The Imperfect Caregiver

ill wife husband steps up
A husband tells his side of the story.
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When I met my wife, I was 18, fantastically incapable, and emotionally unstable.

(You can read Andrea's article here: http://www.youandmemagazine.com/articles/have-faith-cushings-syndrome )

Despite this attractive combination, she met me, loved me, and wed me.

I did not know how to repair anything, balance a checkbook, articulate my feelings maturely, or make toast without burning it a degree even my neighbors would smell.

However, my wife Andrea loved me through the years of my near Sisyphean rate of maturation.

About 6 months after the births of our 4th and 5th children (boy and girl twins), Andrea was beset by something no one plans for at 38 years old.  Generally a woman of her age has her beauty, wisdom, and grace cresting into full bloom.

She came in after cutting grass in July of 2009, and was in severe pain throughout her body, and could not move off the couch for 3 days.

Andrea was eventually diagnosed with severe neuropathy, due to the manifestation of Sjogren’s disease throughout her neurological system. The woman who cut hair for 13 hours a day, with a 6 week waiting list for her clients, was no longer able to wield a knife and fork on a reliable basis.

Her condition of Sjogren’s disease was treated, improperly, with a rollercoaster of prednisone doses, which resulted in Steroid induced Cushing’s Syndrome, which carries a 5 year mortality rate.

Most couples do not have to worry until their golden years of what to do when one of them is beset by a serious and long term health issue.  Yet, before my 35th birthday, I became the trophy wife unprepared for my love’s battle against a deadly foe she did not choose.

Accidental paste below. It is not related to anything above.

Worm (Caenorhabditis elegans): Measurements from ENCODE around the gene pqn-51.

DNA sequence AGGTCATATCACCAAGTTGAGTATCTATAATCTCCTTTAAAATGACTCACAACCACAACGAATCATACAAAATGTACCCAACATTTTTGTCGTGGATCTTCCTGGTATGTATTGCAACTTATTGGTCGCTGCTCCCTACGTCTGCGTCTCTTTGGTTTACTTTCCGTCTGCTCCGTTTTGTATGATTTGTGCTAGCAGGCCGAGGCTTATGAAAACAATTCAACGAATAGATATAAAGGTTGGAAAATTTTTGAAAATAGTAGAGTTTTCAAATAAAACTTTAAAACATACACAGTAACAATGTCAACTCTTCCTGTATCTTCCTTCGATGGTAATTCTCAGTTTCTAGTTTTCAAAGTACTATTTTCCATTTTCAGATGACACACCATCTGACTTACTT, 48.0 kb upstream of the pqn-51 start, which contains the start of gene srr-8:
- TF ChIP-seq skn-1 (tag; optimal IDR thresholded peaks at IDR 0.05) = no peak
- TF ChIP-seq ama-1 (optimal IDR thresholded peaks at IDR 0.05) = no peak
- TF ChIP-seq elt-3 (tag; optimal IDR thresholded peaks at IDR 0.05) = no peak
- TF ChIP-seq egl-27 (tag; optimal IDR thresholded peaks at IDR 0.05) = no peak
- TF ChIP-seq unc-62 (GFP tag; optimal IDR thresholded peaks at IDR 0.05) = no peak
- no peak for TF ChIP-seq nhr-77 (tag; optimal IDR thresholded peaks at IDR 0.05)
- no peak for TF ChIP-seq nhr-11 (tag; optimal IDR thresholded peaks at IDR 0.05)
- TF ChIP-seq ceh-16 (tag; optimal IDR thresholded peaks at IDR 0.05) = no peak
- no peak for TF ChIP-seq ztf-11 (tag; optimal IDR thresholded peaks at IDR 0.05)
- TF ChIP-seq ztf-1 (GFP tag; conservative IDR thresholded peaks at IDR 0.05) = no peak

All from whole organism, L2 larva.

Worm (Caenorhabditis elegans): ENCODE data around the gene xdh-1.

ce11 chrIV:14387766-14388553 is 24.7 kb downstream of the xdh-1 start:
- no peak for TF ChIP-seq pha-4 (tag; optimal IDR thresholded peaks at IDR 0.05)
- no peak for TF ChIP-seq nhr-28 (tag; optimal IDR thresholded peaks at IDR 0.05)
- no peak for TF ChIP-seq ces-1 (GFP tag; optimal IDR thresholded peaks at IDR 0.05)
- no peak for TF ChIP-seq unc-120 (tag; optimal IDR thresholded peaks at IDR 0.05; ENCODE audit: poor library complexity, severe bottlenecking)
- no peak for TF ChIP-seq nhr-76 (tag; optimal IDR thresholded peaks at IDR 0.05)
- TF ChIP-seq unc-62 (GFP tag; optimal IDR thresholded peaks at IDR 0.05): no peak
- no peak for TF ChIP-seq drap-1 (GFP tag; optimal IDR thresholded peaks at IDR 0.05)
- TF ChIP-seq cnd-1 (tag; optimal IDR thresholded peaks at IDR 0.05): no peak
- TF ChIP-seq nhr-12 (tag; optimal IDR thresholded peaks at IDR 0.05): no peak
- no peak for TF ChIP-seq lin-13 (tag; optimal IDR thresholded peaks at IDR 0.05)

There are polite prayers one prays…”Thank you for this food”, “Thank God you weren’t hurt!” etc.  The only thought I had was that my wife has been stricken, and I am not capable of running things as she has, or raising our 5 children, or managing our affairs. I had no resume, no skill, only an abundance of shortcomings laid at the feet of God.  “Please make me able to be whatever you need me to be for her”. When your wife is fighting for her life, is the ending of polite prayers. I pled the mercy of God; I had nothing to fight with, save the faith that He would meet me in our greatest time of need.

Undeservedly so, He transformed me into a man I had for so long only hoped to become.  I was blessed with being able to cook, and knowing what to cook when she could barely eat.  I did the bills, staving off financial destitution. I cleaned, I found a school for our kids, I was not able, but He made me able.

But the prayer I did not ask was answered. 

Everyone who falls in love hopes to not fail in love.  I have not succeeded in any professional or personal endeavor in my life, before or after Andrea became sick. 

But the highest aspiration, of everyone who has been in love, is to be there when you are needed most.

And an inexhaustible list of shortcomings, articulated clearly and often by my dad, teachers, and acquaintances dimmed at the blaze of mercy I was afforded.  I have had the privilege of taking care of my wife, when she needs me, and there is no better life I could choose, or have chosen for me.

For however fantastically incapable, and emotionally unstable, we as imperfect caretakers are privileged to attain the highest aspiration, of every movie, story, poem, or romance known to all of humankind. To be there when you are needed most, by the one you love the most. 

 

 

 

 

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